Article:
Almighty (or Shaddai in Hebrew) is one of the most well known and reverential of all the biblical names for God. We often speak of Him as The Almighty. However, the name is not found in the Bible as often as one might expect. Shaddai (Almighty) occurs only forty one times, thirty one times in the book of Job.
Information about the root meaning of this name of God can also be found on the page for God Almighty (’El shaddai).
There are different theories about the root meaning of the name. According to the Encyclopedia Judaica, rabbinic tradition held that the word shaddai derived from she meaning who and dai meaning “sufficient, enough.” The name could therefore mean, “God who is enough or sufficient.”
Other sources suggest that shaddai is derived from shad, (a woman’s breast). Genesis 49:24-25 includes both words.1 In that case the name in English might be “Pourer or Shedder Forth,” “Bountiful God,” or “Exuberant God.”
Yet another theory says that shaddai comes from the Akkadian word shadu for mountain (See Isa. 60:15-16. Perhaps Ps 121:1-2 tells of this “God of the mountain”).
Finally, shaddai may relate to sadad, meaning devastation (Ps. 68:14; Isa. 13:6; Joel 1:15).
Some rabbis noted an acrostic in the Hebrew letters that make up the name: Shin, dalet, yod, standing for Shomer (watching), daltot (doors), Yisra’el. God is indeed “the One who watches the doors of Israel.” A simple Hebrew letter Shin is found on the Jewish mezuzah that many Jews attach to their doorposts. It stands for Shaddai.
In his book about the names of God, Norman Stone says the ai ending is a plural possessive that indicates that we belong to God.
Job was a man who experienced some of the deepest human suffering. He needed to know the character and attributes of God that are suggested by this name: His sufficiency, His bounty, His strength, and His oversight and protection. Whatever the exact roots of this name for God are, all these attributes are true of God and are expressed in other biblical names of God.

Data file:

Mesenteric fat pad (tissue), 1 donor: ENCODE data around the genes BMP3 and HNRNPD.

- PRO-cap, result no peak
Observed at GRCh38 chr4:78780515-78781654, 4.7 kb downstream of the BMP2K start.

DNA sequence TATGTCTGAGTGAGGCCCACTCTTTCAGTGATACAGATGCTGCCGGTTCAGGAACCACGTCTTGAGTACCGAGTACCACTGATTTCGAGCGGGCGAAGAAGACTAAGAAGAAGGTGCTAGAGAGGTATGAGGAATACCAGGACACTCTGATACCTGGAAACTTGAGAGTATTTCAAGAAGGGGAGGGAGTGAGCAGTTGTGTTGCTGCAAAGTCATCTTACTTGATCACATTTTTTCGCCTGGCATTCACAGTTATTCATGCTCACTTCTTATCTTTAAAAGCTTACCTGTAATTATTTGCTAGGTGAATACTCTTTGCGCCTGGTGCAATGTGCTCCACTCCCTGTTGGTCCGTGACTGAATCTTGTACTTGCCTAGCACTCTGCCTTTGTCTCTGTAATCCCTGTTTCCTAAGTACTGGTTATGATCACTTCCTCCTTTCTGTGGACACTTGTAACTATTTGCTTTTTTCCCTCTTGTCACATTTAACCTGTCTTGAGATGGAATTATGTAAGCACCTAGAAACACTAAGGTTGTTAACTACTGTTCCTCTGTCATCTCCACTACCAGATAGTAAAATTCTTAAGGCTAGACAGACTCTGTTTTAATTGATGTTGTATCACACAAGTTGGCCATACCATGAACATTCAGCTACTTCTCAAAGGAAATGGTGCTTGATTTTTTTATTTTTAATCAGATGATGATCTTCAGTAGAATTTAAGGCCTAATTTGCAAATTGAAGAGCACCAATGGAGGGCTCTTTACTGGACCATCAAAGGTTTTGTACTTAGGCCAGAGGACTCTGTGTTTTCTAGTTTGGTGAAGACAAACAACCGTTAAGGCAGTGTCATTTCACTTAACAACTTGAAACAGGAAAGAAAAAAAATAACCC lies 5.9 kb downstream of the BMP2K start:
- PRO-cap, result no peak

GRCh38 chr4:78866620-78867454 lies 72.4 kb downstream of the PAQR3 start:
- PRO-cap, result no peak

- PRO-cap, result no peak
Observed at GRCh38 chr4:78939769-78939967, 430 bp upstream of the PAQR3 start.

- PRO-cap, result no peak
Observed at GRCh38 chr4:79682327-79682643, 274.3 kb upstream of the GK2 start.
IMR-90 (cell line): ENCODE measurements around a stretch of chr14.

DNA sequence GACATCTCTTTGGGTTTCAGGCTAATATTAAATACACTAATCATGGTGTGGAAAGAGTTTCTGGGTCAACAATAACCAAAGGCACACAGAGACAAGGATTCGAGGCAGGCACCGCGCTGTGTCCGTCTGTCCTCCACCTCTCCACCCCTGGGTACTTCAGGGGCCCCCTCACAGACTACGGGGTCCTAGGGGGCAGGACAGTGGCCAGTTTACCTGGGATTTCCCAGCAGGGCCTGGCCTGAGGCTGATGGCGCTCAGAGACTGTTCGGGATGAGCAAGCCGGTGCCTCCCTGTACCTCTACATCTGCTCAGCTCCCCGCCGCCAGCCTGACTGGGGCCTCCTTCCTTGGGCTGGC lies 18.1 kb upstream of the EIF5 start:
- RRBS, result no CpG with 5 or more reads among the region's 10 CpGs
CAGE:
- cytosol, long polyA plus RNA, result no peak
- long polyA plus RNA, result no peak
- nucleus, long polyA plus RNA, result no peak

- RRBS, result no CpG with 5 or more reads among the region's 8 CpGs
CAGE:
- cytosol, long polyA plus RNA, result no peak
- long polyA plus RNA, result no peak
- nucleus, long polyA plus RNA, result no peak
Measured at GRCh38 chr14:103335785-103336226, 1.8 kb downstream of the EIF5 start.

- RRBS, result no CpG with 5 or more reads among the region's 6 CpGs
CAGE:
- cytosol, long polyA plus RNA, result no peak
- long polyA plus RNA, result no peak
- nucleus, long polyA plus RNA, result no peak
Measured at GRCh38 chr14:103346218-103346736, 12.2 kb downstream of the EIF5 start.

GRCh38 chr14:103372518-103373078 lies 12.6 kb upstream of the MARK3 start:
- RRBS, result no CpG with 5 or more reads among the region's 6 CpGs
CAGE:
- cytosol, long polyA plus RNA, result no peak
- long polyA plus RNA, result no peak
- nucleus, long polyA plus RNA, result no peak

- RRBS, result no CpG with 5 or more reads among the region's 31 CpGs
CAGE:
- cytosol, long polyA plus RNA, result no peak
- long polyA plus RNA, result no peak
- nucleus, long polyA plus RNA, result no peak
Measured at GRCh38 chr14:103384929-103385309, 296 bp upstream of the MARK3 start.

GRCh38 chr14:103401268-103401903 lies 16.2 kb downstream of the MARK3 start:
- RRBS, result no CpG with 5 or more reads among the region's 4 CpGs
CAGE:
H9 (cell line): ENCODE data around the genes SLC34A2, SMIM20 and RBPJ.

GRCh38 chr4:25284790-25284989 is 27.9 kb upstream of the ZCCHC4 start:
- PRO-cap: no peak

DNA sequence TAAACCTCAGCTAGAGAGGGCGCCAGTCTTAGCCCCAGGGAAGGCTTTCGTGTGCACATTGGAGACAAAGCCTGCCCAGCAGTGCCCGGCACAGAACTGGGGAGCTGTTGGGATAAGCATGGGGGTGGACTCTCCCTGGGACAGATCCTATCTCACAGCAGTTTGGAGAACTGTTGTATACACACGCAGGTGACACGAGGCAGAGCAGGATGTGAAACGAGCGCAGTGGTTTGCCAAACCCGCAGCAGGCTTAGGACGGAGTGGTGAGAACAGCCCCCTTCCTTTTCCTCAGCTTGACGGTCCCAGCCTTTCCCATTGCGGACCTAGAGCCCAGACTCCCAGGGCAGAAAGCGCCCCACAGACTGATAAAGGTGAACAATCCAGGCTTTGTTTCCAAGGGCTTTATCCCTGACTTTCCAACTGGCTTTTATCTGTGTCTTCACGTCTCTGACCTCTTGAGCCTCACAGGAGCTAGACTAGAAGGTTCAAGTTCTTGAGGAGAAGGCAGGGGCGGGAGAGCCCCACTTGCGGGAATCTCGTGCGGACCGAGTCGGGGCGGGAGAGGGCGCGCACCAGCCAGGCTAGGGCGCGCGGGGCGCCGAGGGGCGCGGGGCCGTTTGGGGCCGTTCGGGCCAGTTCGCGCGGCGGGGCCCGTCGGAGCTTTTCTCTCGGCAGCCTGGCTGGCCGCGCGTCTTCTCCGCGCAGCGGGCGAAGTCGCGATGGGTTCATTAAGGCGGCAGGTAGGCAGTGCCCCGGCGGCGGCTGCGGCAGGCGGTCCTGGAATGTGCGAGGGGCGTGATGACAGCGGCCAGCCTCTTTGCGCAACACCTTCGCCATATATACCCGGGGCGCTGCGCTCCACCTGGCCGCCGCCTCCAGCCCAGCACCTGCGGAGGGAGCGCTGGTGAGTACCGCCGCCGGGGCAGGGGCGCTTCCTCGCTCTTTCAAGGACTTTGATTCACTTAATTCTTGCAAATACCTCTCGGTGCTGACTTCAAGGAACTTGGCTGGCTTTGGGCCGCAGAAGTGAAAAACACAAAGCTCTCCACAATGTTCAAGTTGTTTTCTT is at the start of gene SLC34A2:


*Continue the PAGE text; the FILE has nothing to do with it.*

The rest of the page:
Almighty in Hebrew:
Strong’s Concordance number: 7706b
Bible references: Gen. 49:25 and another forty one times, thirty one of which are in Job alone.
His bow remained steady,
his strong arms stayed limber,
because of the hand of the Mighty One of Jacob,
because of the Shepherd,the Rock of Israel,
because of your father’s God, who helps you,
because of the Almighty,who blesses you
with blessings of the skies above,
blessings of the deep springs below,
blessings of the breast and womb. (Genesis 49:24-25, NIV)
Almighty in Greek:
Strong’s Concordance number: 3841
New Testament references: Rev. 1:8; 16:14; 19:15
“I am the Alpha and the Omega,” says the Lord God, “who is, and who was, and who is to come,the Almighty.” (Revelation 1:8, NIV)
The translators of the Old Testament into Greek translated shaddai using pantokratōr. It means “all-powerful” and is equivalent to our word “Almighty.” The Latin word used in the Vulgate Bible, omnipotens, is where we get our word “omnipotent.” Later Jewish translators used hikanos meaning “all sufficient.” However, pantokratōr was also used to translate the name, LORD of hosts (Jer. 5:14; Amos 4:13). The name LORD of hosts (Yahweh tseva’ot or Jehovah tseva’ot) almost certainly underlies the other New Testament name: Lord God Almighty.
- A. Jukes, The Names of God p. 66-67 [↩]